The reason companies don’t fix cybersecurity [Same reason software is insecure]

The reason companies don’t fix cybersecurity by Erick Sherman.

From the post:

U.S. air traffic control systems are vulnerable to hackers, says the General Accounting Office. Cybercriminals target retail loyalty cards. Obsolete encryption leaves phones vulnerable.

When it comes to giant data breaches suffered by Sony (SNE), Home Depot (HD), Target (TGT), Anthem (ANTM) and many others, the vulnerability of online information is by now a fact of life. So why don’t corporations plug the gaps, improve their practices and safeguard sensitive consumer data? After all, these measures would prevent potential financial loss and identity theft.

The answer: The losses involved are so small compared to the revenue that it’s easier to take a chance and write off any losses should they occur. In other words, worrying about data breaches isn’t worth it to them.

To understand the attitude, you need to follow the money. Benjamin Dean, a fellow for Internet governance and cybersecurity at Columbia University’s School of International and Public Affairs, compared some high-profile data breach costs to the revenue of the companies. It turned out, some major breaches cost the companies that had lost the data relatively little.

Remember Target’s loss of 40 million of debit and credit card numbers and 70 million other records, which included addresses and phone numbers? The company recently said the total bill was $252 million between 2013 and 2014. After $90 million insurance coverage, $162 million was left. Tax deductions brought that amount down to $105 million. The sum was about 0.1 percent of Target’s 2014 revenue.

This isn’t unusual. For the loss of 56 million credit and debit card numbers and 53 million email addresses to hackers in 2014, Home Depot was out only a net $28 million, after a $15 million insurance payment. That’s less than 0.01 percent of the company’s 2014 revenue.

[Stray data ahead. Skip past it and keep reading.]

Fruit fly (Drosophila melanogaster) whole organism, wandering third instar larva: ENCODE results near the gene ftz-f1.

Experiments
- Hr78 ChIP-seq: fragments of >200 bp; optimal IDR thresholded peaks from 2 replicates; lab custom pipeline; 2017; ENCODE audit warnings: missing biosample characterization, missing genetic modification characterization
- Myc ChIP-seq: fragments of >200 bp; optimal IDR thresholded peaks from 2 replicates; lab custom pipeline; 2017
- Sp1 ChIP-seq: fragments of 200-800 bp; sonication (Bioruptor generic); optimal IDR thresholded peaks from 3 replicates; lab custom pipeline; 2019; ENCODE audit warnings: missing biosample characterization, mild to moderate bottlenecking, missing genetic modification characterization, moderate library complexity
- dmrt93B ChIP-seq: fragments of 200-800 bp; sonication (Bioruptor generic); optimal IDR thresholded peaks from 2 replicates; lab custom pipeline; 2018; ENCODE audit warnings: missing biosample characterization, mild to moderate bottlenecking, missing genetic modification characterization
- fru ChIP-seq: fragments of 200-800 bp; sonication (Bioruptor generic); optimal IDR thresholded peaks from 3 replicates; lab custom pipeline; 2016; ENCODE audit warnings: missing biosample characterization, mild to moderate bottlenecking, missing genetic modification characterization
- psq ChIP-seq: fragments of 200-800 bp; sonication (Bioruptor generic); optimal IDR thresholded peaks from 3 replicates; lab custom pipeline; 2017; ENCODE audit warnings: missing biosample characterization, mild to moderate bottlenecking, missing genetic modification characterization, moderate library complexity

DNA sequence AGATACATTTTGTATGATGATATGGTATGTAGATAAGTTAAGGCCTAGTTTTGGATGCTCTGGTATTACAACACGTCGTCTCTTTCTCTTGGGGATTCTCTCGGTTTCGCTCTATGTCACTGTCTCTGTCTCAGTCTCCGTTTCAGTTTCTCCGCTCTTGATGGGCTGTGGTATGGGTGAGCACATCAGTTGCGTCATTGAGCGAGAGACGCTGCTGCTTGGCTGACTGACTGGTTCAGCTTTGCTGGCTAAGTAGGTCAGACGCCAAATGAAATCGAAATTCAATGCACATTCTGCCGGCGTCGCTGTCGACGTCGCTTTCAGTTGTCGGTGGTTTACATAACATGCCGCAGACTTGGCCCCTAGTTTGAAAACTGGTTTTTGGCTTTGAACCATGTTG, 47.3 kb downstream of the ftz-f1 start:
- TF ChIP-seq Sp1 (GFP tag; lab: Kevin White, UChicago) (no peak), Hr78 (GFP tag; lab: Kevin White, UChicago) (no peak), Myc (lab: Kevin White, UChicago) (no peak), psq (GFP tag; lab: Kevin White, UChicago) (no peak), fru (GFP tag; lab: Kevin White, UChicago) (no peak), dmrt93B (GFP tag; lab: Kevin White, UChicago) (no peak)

In 2014, the Ponemon Institute surveyed 314 companies around the world. The smallest by annual revenue was on the order of $100 million. Most were multibillion-dollar corporations. Ponemon’s estimate of the average data breach cost to these companies for the year was $3.5 million. The organization ran some numbers for CBS MoneyWatch. The average revenue size was $1.967 billion. That means the average data breach represented only 0.18 percent of revenue — a rounding error. (emphasis added)

Erick’s article is a must read on the lack of motivation for corporations to improve cybersecurity. The cost of breaches to major corporations now? In his words “…a rounding error.”

But major corporations didn’t write the software that led to universal cyberinsecurity. Software companies did. What would a cost analysis show for their cost of data breaches?

If you think 0.18 percent of revenue is low, software breaches cost software vendors 0.00 percent of revenue.

Tell me, what incentives do software vendors have to aggressively pursue the production of secure software?

Can you say: NONE AT ALL?

Some vendors do try harder than others but remember they are competing against other vendors who have no cost for ignoring insecure software.

Do the math and ask yourself: Where are the incentives for secure handling of data and secure software?

Without security incentives everyone and their data will be left naked and exposed to the entire world.

If you are eligible to vote in the United States, contact your Representatives and Senators saying if the 2016 elections arrive with no realistic incentives to avoid data breaches and to produce secure software, you will vote against every incumbent on the ballot.

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